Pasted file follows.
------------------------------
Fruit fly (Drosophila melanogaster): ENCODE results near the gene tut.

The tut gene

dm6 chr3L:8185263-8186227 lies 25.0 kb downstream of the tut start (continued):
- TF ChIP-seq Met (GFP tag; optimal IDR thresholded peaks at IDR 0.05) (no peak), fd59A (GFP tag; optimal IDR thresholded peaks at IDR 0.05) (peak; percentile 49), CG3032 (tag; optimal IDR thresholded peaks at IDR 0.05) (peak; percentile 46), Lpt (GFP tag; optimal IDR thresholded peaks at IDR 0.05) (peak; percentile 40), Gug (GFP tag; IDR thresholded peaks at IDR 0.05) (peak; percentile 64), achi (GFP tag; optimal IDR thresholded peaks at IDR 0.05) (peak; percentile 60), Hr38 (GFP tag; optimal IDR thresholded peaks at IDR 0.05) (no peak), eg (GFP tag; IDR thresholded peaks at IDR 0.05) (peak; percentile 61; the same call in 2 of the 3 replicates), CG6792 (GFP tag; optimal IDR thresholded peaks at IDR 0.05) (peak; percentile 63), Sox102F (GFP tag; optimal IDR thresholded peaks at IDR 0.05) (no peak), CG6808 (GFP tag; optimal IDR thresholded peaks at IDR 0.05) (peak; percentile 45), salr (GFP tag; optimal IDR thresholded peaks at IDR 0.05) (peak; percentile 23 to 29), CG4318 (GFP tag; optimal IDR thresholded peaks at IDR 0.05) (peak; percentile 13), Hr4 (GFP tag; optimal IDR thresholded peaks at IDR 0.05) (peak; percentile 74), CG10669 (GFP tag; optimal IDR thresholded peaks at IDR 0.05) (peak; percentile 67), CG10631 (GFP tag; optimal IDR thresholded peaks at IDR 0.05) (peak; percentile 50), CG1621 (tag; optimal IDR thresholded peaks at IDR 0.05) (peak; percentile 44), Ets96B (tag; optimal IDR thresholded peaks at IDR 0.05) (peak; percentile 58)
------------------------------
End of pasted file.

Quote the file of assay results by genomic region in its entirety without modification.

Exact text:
Fruit fly (Drosophila melanogaster): ENCODE results near the gene tut.

The tut gene

dm6 chr3L:8185263-8186227 lies 25.0 kb downstream of the tut start (continued):
- TF ChIP-seq Met (GFP tag; optimal IDR thresholded peaks at IDR 0.05) (no peak), fd59A (GFP tag; optimal IDR thresholded peaks at IDR 0.05) (peak; percentile 49), CG3032 (tag; optimal IDR thresholded peaks at IDR 0.05) (peak; percentile 46), Lpt (GFP tag; optimal IDR thresholded peaks at IDR 0.05) (peak; percentile 40), Gug (GFP tag; IDR thresholded peaks at IDR 0.05) (peak; percentile 64), achi (GFP tag; optimal IDR thresholded peaks at IDR 0.05) (peak; percentile 60), Hr38 (GFP tag; optimal IDR thresholded peaks at IDR 0.05) (no peak), eg (GFP tag; IDR thresholded peaks at IDR 0.05) (peak; percentile 61; the same call in 2 of the 3 replicates), CG6792 (GFP tag; optimal IDR thresholded peaks at IDR 0.05) (peak; percentile 63), Sox102F (GFP tag; optimal IDR thresholded peaks at IDR 0.05) (no peak), CG6808 (GFP tag; optimal IDR thresholded peaks at IDR 0.05) (peak; percentile 45), salr (GFP tag; optimal IDR thresholded peaks at IDR 0.05) (peak; percentile 23 to 29), CG4318 (GFP tag; optimal IDR thresholded peaks at IDR 0.05) (peak; percentile 13), Hr4 (GFP tag; optimal IDR thresholded peaks at IDR 0.05) (peak; percentile 74), CG10669 (GFP tag; optimal IDR thresholded peaks at IDR 0.05) (peak; percentile 67), CG10631 (GFP tag; optimal IDR thresholded peaks at IDR 0.05) (peak; percentile 50), CG1621 (tag; optimal IDR thresholded peaks at IDR 0.05) (peak; percentile 44), Ets96B (tag; optimal IDR thresholded peaks at IDR 0.05) (peak; percentile 58)